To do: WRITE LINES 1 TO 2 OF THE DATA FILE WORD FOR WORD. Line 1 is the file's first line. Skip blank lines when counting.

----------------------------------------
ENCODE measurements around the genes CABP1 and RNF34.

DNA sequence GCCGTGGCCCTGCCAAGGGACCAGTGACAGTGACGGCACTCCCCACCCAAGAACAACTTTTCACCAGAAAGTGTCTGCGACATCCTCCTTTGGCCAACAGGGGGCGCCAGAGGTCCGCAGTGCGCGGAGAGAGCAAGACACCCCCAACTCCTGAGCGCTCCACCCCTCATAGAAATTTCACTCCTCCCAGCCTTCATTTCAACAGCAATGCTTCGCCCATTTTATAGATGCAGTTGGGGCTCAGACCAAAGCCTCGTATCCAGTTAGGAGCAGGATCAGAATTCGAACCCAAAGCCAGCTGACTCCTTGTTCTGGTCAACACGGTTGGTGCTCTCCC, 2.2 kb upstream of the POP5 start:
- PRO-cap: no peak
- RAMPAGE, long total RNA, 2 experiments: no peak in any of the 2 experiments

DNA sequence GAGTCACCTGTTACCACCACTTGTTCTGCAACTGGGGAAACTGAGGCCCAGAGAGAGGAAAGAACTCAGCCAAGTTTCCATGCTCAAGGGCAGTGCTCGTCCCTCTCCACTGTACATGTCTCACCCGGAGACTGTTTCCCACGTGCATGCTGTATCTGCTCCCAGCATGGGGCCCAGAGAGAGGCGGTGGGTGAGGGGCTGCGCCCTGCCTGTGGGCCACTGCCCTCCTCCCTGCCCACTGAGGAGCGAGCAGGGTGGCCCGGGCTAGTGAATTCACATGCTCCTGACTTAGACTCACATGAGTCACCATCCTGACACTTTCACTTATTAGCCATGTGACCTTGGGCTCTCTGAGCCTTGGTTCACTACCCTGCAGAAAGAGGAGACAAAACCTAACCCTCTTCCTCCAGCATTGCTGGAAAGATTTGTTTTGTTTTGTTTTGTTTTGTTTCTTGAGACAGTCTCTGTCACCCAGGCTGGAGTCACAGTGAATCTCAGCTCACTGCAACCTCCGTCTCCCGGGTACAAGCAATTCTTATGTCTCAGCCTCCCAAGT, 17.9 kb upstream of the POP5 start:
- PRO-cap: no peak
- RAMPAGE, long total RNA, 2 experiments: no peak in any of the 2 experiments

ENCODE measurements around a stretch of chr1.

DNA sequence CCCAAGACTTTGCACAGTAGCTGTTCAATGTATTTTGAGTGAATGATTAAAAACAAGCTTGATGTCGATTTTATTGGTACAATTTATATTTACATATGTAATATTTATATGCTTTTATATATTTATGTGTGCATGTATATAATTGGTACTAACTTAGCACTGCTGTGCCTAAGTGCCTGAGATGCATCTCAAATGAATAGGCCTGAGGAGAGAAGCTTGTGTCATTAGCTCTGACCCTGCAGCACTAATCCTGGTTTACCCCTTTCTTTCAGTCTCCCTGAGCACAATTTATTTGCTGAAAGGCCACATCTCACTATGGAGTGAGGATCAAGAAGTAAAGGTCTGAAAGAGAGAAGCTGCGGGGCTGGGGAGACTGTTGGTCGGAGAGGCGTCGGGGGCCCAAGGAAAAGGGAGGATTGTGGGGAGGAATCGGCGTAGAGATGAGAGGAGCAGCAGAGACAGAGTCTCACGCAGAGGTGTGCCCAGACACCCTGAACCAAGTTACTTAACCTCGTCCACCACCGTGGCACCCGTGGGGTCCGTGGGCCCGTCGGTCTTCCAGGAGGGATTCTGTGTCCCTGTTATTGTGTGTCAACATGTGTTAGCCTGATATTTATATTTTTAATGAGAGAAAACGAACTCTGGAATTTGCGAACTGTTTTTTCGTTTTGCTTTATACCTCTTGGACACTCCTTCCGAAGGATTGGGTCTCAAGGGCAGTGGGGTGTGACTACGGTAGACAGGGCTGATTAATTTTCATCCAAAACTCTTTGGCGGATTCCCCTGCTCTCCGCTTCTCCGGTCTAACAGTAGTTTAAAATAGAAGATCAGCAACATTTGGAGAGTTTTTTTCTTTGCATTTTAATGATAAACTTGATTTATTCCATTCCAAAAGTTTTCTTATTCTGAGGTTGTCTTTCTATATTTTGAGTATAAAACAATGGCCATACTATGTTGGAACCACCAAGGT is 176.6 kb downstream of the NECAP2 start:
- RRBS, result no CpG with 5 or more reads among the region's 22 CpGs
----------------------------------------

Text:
ENCODE measurements around the genes CABP1 and RNF34.

DNA sequence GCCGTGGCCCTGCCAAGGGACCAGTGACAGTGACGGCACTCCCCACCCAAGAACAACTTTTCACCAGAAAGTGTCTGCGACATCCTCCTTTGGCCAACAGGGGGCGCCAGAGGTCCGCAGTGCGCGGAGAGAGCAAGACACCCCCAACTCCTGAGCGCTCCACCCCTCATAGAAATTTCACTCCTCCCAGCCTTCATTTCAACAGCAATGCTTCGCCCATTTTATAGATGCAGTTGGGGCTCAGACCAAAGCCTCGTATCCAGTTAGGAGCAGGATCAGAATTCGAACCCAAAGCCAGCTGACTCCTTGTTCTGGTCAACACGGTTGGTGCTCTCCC, 2.2 kb upstream of the POP5 start: